The art is of the more "realistic" style, which made the illustrations much more disturbing. I think it fits the book, but I definitely don't care for it.


Apr. 29th, 2008 11:03 am
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I was looking over my bookshelves and (foolishly) decided to flip through WELL by Konohara Narise. I hate this book. A lot. It is a post-apocolyptic survival story, which already is one big black mark in my book. I'm just not into the genre because they tend to depress (and scare) me if they are even remotely realistic and show how bleak things would be in the beginning for the survivors. I dismiss stories that portray life after apocalypse as some kind of paradise because I can only see it as wishful thinking. In any case, I held out hope that Konohara Narise might be able to create something good...And finished just totally disgusted.

As several of the Amazon Japan reviewers have said, this is not BL. That in itself is not a bad thing for me. But in a way it would've been better if it had been BL because then there'd be more focus on the characters and their relationship rather than their situation and how much it sucks. Bleak doesn't begin to describe the world. I don't remember things very clearly and don't want to check the book so I'm going to go off my memory--I may remember things incorrectly. In any case, Japan has suffered some disaster, leaving very few people left. I think only men are left...At least, the only survivors shown are men. The world is also turning into a desert, thus making it hard for the survivors to make their own food. They have to scavenge what's left from the cities. The first story is about two childhood friends, who I think are actually half-brothers. The wife's son is normal and strong-willed. The mistress's son is a bit slow in the head and very clingy. But in the disaster the wife's son is injured badly in the leg, preventing him from contributing to the band of survivors they end up joining. I don't remember everything that happened to them, but in the very end the mistress's son forces the wife's son into a sexual relationship. He tells the wife's son that he has no value in this world. The only thing left for him to do is to give comfort to the one person who does value him and will consequently protect and care for him. It is, I suppose, the "consummation" of the "relationship" as per the typical BL pattern...Though I can't accept that tenuous connection because their relationship wasn't sexual or romantic throughout the story! It simply felt like a reversal of the dominant/subordinate and the final (pathetic) destruction of the wife's son's hope and pride. The sad thing is that the mistress's son is slow in the head and very straightforward. He can only seek what he wants, he can't understand that he's crushing the wife's son with his desires. He simply lays out the truth, which is what devastates the wife's son.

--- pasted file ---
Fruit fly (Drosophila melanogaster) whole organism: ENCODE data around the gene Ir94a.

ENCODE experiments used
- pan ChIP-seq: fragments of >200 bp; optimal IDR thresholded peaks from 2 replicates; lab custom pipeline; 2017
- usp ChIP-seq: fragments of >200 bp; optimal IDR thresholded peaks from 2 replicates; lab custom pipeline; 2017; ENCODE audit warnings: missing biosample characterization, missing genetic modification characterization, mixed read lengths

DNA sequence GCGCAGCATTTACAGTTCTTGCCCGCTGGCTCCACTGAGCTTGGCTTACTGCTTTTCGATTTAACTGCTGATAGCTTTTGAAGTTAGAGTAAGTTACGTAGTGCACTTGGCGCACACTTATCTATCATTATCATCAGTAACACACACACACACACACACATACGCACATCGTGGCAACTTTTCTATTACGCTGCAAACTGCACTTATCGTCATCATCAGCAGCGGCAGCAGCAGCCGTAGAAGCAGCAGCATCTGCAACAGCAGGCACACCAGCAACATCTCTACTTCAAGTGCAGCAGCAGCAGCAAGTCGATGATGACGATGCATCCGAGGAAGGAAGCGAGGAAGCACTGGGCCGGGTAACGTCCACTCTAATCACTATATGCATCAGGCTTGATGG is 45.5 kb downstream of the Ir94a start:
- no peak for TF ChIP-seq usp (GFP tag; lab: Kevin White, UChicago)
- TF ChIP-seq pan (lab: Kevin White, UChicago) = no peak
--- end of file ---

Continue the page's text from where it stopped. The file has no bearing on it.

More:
The second story, which features one of the leaders of the group the two boys in the first story join, is...just plain disgusting. Cut for the ick )

The short version of my take on this book: This book is beyond gross and totally sucks. Don't read it.
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Sasra 3 is, frankly, my least favorite of the series (read about 1 and 2). The first story bored me so much I skimmed it rather than read it. The second story was quite good, but was so sad I don't want to read it again for a while. But in order to get to book 4 (possibly my favorite) I had to get past this...^^;

Inca Empire )

Tokugawa Japan )
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The continuing adventures of our "doomed" lovers in the pretty reincarnation epic in the second volume of the Sasra series by Unit Vanilla and illustrated by Enjin Yamimaru. Check out the series review/book 1 summary here.